The recent focus on “employee experience” needs to broaden to a fuller human experience if employee productivity and esteem are to improve, with only 50 per cent of workers indicating they are engaged at work, said Baker Calamai.
The future of the organization is experience-focused, team-oriented and personalized. The concept of operating in teams will continue to grow in importance, with social enterprises operating less like silos and more like symphonies, she said.
Reward strategies need to be aligned to business strategies, and employers need to understand what rewards employees actually desire, said Baker Calamai.
If the rewards are inappropriate, workers may choose to side hustle, rather than remain loyal to their organization, she said.
“If you’re not feeling the value from your contribution in your job — if you don’t get the choice you want in terms of… vacation or money or education — then we’re not going to have that opportunity with that workforce going forward.”
Eighty-six per cent of millennials choose to work for a specific organization by evaluating value in society over salary expectations, said Baker Calamai.
“There’s a huge linkage between the social enterprise and rewards, and this concept of making everyone feel like they have their role to play.”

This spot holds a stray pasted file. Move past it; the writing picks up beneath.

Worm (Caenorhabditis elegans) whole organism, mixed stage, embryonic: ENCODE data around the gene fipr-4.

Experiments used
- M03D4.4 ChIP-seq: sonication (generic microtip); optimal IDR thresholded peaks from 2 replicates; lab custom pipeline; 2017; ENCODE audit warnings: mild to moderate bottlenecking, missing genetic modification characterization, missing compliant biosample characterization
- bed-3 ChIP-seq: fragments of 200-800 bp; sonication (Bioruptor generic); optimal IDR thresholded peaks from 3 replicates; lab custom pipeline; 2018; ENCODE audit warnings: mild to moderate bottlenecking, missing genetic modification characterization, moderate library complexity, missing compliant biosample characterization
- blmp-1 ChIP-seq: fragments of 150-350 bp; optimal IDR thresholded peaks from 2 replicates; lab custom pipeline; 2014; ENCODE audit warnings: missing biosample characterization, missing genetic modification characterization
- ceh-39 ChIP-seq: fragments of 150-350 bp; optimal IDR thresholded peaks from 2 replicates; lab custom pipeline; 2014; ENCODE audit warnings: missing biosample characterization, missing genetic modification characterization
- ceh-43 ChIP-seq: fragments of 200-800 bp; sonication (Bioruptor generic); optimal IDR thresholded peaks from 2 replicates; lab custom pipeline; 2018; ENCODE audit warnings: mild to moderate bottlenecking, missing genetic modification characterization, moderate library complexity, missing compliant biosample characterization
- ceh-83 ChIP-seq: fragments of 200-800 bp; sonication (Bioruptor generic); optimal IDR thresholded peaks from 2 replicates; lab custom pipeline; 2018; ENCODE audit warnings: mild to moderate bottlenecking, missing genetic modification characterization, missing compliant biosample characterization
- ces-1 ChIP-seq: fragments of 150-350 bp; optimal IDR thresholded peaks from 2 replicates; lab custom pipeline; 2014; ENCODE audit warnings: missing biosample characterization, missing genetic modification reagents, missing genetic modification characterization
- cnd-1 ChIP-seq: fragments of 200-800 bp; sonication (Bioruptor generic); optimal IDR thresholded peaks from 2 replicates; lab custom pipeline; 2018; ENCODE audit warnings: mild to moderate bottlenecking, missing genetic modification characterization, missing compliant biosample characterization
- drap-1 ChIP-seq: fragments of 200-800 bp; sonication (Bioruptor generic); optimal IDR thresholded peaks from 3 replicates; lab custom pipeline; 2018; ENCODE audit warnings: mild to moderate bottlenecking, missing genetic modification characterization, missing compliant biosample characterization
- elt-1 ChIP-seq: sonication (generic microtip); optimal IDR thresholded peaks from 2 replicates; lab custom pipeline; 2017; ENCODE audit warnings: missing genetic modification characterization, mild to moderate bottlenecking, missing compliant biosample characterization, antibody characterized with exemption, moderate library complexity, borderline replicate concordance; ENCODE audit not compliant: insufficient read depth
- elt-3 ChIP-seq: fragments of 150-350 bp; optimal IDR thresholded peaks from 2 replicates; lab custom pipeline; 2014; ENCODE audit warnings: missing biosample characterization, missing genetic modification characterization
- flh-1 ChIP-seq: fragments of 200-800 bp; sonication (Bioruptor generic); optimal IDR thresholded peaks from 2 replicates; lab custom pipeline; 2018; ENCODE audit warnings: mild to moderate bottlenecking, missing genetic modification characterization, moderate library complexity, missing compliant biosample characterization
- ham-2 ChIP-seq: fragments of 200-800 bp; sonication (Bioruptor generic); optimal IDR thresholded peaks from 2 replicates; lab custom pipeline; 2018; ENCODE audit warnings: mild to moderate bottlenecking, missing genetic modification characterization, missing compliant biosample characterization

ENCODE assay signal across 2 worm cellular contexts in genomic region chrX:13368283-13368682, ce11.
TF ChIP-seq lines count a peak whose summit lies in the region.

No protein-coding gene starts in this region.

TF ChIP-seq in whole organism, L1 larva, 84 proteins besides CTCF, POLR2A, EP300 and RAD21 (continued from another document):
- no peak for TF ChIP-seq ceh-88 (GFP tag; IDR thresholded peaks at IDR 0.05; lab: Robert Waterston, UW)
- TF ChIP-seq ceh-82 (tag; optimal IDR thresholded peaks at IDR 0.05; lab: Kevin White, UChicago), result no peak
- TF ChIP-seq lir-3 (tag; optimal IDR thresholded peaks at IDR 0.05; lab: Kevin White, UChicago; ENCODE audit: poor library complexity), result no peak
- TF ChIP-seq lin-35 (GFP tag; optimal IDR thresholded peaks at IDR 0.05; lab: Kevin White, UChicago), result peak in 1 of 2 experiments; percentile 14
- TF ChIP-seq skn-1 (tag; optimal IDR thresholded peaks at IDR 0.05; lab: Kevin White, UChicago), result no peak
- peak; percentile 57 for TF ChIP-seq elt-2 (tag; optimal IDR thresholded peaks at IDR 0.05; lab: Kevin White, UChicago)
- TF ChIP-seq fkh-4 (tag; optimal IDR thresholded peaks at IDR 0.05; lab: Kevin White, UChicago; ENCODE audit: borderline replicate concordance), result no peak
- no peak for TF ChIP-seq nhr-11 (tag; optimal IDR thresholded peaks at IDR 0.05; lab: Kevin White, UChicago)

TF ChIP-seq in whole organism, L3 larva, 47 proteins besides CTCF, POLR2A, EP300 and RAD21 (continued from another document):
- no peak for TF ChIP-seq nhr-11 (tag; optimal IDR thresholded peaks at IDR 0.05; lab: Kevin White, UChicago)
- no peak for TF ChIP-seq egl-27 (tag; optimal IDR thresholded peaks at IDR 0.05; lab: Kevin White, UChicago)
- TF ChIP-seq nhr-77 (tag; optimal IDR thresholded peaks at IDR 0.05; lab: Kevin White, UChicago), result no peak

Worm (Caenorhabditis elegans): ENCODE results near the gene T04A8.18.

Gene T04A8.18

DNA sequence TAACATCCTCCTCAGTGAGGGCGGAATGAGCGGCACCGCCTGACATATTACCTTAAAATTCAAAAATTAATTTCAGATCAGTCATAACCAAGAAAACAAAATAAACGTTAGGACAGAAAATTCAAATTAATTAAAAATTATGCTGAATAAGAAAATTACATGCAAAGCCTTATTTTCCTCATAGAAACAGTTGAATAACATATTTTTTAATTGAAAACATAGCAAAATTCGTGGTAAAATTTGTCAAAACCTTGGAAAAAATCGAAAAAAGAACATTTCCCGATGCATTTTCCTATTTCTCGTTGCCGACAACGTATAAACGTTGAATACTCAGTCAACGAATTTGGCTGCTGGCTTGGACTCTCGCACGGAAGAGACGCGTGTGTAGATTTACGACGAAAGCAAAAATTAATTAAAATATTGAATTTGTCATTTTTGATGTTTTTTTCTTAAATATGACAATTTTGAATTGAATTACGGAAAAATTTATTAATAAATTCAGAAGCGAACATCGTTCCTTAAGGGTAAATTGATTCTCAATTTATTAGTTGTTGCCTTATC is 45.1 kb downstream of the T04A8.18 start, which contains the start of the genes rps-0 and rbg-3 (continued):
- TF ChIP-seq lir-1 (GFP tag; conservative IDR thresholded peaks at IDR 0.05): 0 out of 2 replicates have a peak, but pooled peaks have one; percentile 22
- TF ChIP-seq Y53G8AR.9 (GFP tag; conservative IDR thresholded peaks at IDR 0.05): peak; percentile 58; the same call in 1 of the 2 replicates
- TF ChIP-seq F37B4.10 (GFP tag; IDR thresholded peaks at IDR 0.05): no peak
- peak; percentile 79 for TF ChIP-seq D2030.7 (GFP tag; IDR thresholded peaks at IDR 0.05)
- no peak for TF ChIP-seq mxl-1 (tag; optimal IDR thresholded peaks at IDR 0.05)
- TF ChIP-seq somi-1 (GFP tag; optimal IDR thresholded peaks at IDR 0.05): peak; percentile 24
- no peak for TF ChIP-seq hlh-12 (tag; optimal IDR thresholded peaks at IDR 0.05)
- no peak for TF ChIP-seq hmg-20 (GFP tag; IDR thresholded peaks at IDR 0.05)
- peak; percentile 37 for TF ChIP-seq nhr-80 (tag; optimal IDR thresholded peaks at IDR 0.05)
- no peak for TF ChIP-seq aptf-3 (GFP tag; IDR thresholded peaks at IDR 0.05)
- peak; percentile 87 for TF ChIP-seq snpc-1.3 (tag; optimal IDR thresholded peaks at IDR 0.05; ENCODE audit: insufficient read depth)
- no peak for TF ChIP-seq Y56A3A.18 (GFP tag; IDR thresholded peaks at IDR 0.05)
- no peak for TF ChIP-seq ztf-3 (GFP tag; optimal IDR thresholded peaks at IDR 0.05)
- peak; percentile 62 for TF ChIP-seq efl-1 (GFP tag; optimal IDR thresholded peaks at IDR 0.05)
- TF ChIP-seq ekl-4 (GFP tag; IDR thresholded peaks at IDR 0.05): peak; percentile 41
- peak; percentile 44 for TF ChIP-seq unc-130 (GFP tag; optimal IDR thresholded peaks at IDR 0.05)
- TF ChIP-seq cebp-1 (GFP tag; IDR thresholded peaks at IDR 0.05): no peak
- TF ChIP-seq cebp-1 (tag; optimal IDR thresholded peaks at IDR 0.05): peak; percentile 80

For employee self-actualization to be activated, HR professionals need to step up by assessing capabilities, shifting learning towards lifelong models, promoting internal mobility and encouraging technological usage, according to Baker Calamai.
Assessing talent in recruitment is critical at a time when “there are more jobs sitting available inside organizations, and there is talent on the street to do it, and the workforce is alternative,” she said.
Shifting learning away from cumbersome courses to more palatable options such as YouTube videos is another opportunity, said Baker Calamai, noting survey results indicated 86 per cent of workers support a redirection of learning processes.
Today’s workforce learns through rich media, experientially and from peers, she said.
And with workers having an average of 24 minutes per week for learning, organizations need to adapt, said Baker Calamai.
“We need to rethink the concept of learning and create experiences that cultivate growth multiple times throughout the day.”
Career mobility within organizations is likely the easiest place for employers to begin making changes, she said.
“Fifty per cent of respondents said they were more likely to get a new job outside their organization than they were to get a new job inside their organization. We’re losing people just around the inability to move them around internally. And when we can’t bring in the right talent from externally, and we can’t develop fast enough, talent mobility is actually the biggest lever we can pull to make it happen.”
“(Often), there’s no tools and visibility to make this happen, but there’s also this protectiveness of line managers to not think about talent as organizational talent, but their domain,” said Baker Calamai.
Finally, a shift towards cloud-based computing is expected to continue as organizations embrace technologies designed to make things easier, she said.
“Many organizations globally and in Canada have invested significantly in HR technology… We need to look deeper (at) the tools we’re using, and how we’re positioning people to be productive and effective in their job with the right learning to be successful.”